Oxford works to create response to homelessness


Photo by Edward Orzech

Affordable housing for people at risk of homelessness can be difficult to come by in Oxford.

By Edward Orzech

Homelessness is a major problem in Oxford, according to city officials. 

City council has conducted research to put numbers on the problem and to plan a response.

Officials say they do not know the number of unhoused individuals in Oxford. Butler County has at least 39 families who have sought housing help from the social services, according to a study completed in October 2022. That number does not include families who have not reached out for support. 

Families classified as homeless do not necessarily live on the streets, said Assistant City Manager Jessica Greene. These families include those who are in danger of becoming homeless, families who are sheltering together and people who change residencies frequently. 

Greene said the city is looking for solutions to the issue, but plans are still in the early stages.

“We are actively exploring how to best address those who are at risk of homelessness or in homeless living… in our community,” she said. 

The city also wants to tackle the lack of affordable housing in Oxford. About 54% of renter-occupied households in Oxford pay more than 30% of their income toward rent, according to a Housing Needs Assessment conducted by Bowen National Research. This number may be inflated due to the high number of student residents who rent in the area and have no income, the report said. 

Greene said the city views two solutions to the problem. First, low-income rental housing needs to become available for people who are at risk of homelessness. Second, affordable housing needs to be built for those who are not at risk of homelessness but are still paying a large share of their income toward rent. 

The city has partnered with the Greater Oxford Community Foundation and its Needs Awareness Committee to conduct research and form a plan to solve the issue. 

The Needs Awareness Committee works with non-profit organizations and considers grants to fund projects, according to community foundation executive director Betsy Hope. She said she thinks it’s great that Oxford has made homelessness a key issue.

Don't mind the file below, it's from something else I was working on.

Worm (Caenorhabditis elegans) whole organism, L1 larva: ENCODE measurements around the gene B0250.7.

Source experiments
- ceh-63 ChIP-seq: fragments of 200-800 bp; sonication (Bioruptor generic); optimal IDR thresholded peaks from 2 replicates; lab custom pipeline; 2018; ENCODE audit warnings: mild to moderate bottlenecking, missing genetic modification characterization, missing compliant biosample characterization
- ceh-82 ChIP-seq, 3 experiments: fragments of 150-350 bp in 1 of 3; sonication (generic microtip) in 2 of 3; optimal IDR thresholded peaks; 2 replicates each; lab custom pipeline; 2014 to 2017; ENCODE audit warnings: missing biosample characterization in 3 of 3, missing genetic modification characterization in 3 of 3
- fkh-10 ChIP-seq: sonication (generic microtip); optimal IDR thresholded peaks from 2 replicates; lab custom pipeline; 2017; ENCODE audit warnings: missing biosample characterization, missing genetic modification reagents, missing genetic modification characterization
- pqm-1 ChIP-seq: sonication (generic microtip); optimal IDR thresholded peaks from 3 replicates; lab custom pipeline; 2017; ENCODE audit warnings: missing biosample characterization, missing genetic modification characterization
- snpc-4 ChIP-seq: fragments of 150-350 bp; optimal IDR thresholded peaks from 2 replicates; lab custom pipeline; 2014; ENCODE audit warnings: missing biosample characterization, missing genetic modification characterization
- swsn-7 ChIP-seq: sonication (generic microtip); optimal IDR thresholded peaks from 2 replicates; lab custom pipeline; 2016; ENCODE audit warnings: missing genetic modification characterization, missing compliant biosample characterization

“Even though we may only have just a few homeless people,” she said. “It’s a few too many.”

She said the research conducted by the city and non-profit organizations is key to solving the issue before any building can begin.

“Before you kind of fix the problem, you have to sort of identify the problem,” she said. “Then figure out which solution is best fit for our community.”

The issue of homelessness has been increasing due to the effects of climate change. The extreme weather in the region especially affects those at risk of homelessness, according to Facilitator for Oxford Citizens for Peace and Justice Ann Fuehrer.

“If there are droughts that destroy crops and food prices rise,” she said. “Then people have less to spend on things other than food, including housing.”

Fuehrer also said the homeless struggle with extreme weather such as cold, heat, tornadoes and floods. She said, in the event of varying weather, Oxford would benefit from constructing shelters to protect them.

Fuehrer will join a discussion co-hosted by The League of Women’s Voters and Oxford Citizens for Peace and Justice at 7 p.m. March 29. The program will explain the links between climate change and homelessness as well as discuss solutions to these issues in Oxford.

The meeting will be at the seminary building at 104 E. Church St. Karen Francis, Ann Fuehrer and Linda Simmons of the Oxford Homelessness Network and Mark Boardman of the City of Oxford Climate Action Steering Committee will discuss how climate crises impact the homeless population and how the community must prepare to meet the demands of resources needed for survival.

Even though construction of affordable housing is still far off, Greene said the issues are important to the city council.

“Increasing affordable housing has been a goal of city council for the past several years,” she said. “We’re actively taking steps to work on that.”